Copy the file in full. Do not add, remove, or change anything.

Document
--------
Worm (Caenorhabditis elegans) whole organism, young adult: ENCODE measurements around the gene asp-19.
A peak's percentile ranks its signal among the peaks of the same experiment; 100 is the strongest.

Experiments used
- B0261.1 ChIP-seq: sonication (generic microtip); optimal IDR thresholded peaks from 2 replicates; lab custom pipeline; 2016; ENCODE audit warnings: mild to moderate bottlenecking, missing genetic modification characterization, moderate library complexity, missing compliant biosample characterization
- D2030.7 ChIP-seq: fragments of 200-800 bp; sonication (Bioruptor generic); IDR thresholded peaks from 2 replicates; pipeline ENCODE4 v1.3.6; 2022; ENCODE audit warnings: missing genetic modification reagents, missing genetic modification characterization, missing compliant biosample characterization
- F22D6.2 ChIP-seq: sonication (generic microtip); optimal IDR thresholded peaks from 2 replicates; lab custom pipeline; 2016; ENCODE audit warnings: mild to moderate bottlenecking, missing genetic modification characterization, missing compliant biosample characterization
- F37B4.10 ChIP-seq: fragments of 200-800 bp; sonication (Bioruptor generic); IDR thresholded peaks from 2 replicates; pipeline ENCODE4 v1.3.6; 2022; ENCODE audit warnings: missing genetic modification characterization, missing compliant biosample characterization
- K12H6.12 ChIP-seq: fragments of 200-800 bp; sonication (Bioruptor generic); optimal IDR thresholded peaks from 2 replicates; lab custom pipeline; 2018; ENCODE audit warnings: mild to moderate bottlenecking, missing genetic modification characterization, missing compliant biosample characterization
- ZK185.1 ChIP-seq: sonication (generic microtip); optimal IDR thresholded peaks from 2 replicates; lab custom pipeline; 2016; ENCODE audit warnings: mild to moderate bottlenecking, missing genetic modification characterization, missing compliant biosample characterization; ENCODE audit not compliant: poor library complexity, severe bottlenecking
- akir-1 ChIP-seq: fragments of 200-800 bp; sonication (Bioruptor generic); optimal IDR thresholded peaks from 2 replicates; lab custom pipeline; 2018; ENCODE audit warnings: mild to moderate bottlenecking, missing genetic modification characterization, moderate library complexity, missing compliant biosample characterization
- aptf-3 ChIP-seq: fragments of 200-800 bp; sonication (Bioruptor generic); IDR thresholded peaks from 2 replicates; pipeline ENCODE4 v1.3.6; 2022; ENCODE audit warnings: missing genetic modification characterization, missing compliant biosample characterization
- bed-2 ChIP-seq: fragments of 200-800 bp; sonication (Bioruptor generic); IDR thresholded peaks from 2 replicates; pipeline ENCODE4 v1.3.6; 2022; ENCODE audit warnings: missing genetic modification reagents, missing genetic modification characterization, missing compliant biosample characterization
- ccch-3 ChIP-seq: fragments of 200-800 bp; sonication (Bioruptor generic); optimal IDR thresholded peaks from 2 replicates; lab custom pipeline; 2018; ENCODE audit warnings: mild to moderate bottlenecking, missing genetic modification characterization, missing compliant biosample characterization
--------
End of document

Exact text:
Worm (Caenorhabditis elegans) whole organism, young adult: ENCODE measurements around the gene asp-19.
A peak's percentile ranks its signal among the peaks of the same experiment; 100 is the strongest.

Experiments used
- B0261.1 ChIP-seq: sonication (generic microtip); optimal IDR thresholded peaks from 2 replicates; lab custom pipeline; 2016; ENCODE audit warnings: mild to moderate bottlenecking, missing genetic modification characterization, moderate library complexity, missing compliant biosample characterization
- D2030.7 ChIP-seq: fragments of 200-800 bp; sonication (Bioruptor generic); IDR thresholded peaks from 2 replicates; pipeline ENCODE4 v1.3.6; 2022; ENCODE audit warnings: missing genetic modification reagents, missing genetic modification characterization, missing compliant biosample characterization
- F22D6.2 ChIP-seq: sonication (generic microtip); optimal IDR thresholded peaks from 2 replicates; lab custom pipeline; 2016; ENCODE audit warnings: mild to moderate bottlenecking, missing genetic modification characterization, missing compliant biosample characterization
- F37B4.10 ChIP-seq: fragments of 200-800 bp; sonication (Bioruptor generic); IDR thresholded peaks from 2 replicates; pipeline ENCODE4 v1.3.6; 2022; ENCODE audit warnings: missing genetic modification characterization, missing compliant biosample characterization
- K12H6.12 ChIP-seq: fragments of 200-800 bp; sonication (Bioruptor generic); optimal IDR thresholded peaks from 2 replicates; lab custom pipeline; 2018; ENCODE audit warnings: mild to moderate bottlenecking, missing genetic modification characterization, missing compliant biosample characterization
- ZK185.1 ChIP-seq: sonication (generic microtip); optimal IDR thresholded peaks from 2 replicates; lab custom pipeline; 2016; ENCODE audit warnings: mild to moderate bottlenecking, missing genetic modification characterization, missing compliant biosample characterization; ENCODE audit not compliant: poor library complexity, severe bottlenecking
- akir-1 ChIP-seq: fragments of 200-800 bp; sonication (Bioruptor generic); optimal IDR thresholded peaks from 2 replicates; lab custom pipeline; 2018; ENCODE audit warnings: mild to moderate bottlenecking, missing genetic modification characterization, moderate library complexity, missing compliant biosample characterization
- aptf-3 ChIP-seq: fragments of 200-800 bp; sonication (Bioruptor generic); IDR thresholded peaks from 2 replicates; pipeline ENCODE4 v1.3.6; 2022; ENCODE audit warnings: missing genetic modification characterization, missing compliant biosample characterization
- bed-2 ChIP-seq: fragments of 200-800 bp; sonication (Bioruptor generic); IDR thresholded peaks from 2 replicates; pipeline ENCODE4 v1.3.6; 2022; ENCODE audit warnings: missing genetic modification reagents, missing genetic modification characterization, missing compliant biosample characterization
- ccch-3 ChIP-seq: fragments of 200-800 bp; sonication (Bioruptor generic); optimal IDR thresholded peaks from 2 replicates; lab custom pipeline; 2018; ENCODE audit warnings: mild to moderate bottlenecking, missing genetic modification characterization, missing compliant biosample characterization